Heavy heart for Sanchez

BILL LANKHOF, QMI Agency

, Last Updated: 11:33 AM ET

Mark Sanchez is facing the big game. His shoulder is sore. He has to find a way to outduel Peyton Manning, just about the best quarterback this side of Tom Brady. Maybe better.

And, none of it mattered.

Sometimes real life and death intervenes to make the world of games seem quite silly and not so important at all.

Sanchez was near tears this week after hearing Aiden Binkley, an 11-year-old boy from Queens, N.Y. he had befriended this year, had died from a rare form of cancer.

When the two met a few weeks ago Binkley wanted two things -- his two brothers to stay healthy and to meet Sanchez.

Aidan visited the Jets training facility and met Sanchez, who was deeply touched by the young boys battle with rhabdomyosarcoma. "My man, Aidan ... breaks my heart," Sanchez said, choking with emotion, during his weekly radio spot on ESPN.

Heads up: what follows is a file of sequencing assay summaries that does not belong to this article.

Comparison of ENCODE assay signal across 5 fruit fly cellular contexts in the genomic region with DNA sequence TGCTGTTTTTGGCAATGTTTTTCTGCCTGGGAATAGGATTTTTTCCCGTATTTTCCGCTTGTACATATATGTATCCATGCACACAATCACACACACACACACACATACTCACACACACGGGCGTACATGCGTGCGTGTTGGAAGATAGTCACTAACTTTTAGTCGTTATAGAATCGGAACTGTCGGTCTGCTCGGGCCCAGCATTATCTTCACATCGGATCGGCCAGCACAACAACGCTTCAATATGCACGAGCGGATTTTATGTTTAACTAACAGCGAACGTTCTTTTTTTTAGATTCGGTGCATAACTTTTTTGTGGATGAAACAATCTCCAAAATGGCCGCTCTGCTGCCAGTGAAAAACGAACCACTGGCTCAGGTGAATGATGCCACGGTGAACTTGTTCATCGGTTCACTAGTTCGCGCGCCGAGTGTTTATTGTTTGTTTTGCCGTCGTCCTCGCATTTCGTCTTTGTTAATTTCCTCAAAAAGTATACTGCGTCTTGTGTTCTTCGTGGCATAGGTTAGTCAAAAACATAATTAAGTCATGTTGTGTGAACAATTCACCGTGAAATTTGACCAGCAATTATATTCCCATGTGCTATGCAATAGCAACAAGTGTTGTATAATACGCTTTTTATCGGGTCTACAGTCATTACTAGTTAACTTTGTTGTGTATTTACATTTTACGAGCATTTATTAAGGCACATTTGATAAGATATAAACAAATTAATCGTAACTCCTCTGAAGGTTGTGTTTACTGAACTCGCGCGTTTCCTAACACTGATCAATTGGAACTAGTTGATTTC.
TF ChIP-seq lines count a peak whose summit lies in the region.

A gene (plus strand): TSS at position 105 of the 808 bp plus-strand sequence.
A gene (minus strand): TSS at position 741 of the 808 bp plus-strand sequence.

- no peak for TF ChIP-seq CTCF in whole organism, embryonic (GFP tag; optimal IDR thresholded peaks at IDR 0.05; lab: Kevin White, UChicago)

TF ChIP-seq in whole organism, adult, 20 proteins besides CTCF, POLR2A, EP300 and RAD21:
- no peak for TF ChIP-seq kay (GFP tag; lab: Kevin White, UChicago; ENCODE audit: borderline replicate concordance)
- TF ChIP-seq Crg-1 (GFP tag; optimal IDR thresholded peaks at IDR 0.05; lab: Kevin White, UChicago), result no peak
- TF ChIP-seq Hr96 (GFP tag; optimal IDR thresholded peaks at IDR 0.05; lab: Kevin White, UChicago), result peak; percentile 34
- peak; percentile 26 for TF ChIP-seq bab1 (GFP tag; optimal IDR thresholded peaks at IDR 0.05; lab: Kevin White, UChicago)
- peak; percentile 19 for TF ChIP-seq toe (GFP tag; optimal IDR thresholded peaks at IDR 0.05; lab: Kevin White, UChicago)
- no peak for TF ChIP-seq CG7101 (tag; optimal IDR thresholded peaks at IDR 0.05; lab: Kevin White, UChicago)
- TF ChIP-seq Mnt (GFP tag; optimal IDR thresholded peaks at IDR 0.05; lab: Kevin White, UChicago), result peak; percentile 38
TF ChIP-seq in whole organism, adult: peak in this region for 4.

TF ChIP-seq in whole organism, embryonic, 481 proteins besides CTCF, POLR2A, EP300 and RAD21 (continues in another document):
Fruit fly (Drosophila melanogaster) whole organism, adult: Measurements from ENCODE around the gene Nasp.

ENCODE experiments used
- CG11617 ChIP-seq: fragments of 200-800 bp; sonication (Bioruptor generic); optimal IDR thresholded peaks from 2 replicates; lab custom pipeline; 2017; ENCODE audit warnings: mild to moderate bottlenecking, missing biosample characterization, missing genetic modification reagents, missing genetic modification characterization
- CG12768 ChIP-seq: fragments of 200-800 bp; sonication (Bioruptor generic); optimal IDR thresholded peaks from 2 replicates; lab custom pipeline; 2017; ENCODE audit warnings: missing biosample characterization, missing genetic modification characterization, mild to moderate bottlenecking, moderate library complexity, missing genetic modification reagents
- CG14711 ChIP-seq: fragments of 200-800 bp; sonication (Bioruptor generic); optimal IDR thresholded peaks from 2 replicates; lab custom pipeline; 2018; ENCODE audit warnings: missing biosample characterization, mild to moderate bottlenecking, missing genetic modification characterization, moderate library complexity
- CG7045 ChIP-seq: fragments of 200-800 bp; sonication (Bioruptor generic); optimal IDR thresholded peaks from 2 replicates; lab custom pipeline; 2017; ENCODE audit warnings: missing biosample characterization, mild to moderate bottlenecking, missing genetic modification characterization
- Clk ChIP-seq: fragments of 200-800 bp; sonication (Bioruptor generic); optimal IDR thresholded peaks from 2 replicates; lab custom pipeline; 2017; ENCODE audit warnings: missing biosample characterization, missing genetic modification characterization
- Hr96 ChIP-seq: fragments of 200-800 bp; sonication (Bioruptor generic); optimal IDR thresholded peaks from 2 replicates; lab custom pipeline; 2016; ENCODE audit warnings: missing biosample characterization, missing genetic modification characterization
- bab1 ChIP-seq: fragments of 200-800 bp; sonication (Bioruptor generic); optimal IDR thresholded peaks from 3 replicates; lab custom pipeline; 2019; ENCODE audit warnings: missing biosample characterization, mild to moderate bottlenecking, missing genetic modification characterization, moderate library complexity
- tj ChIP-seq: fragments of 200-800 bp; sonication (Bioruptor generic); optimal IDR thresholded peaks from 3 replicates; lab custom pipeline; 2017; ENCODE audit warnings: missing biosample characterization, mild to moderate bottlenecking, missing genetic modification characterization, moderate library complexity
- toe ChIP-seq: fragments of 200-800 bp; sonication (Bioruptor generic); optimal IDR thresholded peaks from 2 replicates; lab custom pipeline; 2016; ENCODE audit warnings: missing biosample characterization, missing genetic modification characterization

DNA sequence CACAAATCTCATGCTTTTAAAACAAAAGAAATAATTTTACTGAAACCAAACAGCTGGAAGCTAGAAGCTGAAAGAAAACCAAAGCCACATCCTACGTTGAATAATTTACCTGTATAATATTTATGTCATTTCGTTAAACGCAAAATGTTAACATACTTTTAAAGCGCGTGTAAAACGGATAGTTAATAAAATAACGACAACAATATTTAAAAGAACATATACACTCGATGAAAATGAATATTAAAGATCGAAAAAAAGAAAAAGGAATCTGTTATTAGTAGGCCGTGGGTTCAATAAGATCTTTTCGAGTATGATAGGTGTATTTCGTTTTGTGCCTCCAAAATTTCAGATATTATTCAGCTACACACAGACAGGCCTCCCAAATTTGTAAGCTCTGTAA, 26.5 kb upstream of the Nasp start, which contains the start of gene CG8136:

The celebrity quarterback and his new friend were texting buddies. Sanchez still wears a wristband that Aidan gave him.

"He brought me so much inspiration. ... It's hard to talk about him," Sanchez said. "He meant the world to me. I felt like I've known him forever. ... I saw his personality. I saw his competitive spirit. I saw him fighting every day. I'm complaining about a shoulder. Are you kidding me? ... I think he was 11 years old, and he has cancer eating away at his body." Sanchez This kid is fighting every day. He's smiling every time I talk to him. I visited him at his home. I mean, he has to get carried up the stairs because he's so weak and all he wants to talk about is L.T. and Darrelle Revis and Rex Ryan and me.

"Oh, man, it kills you, just thinking about it. I love him to death."

It puts a whole different perspective on what it means to win and to lose. Sometimes, in the real world, it's more than just a game.


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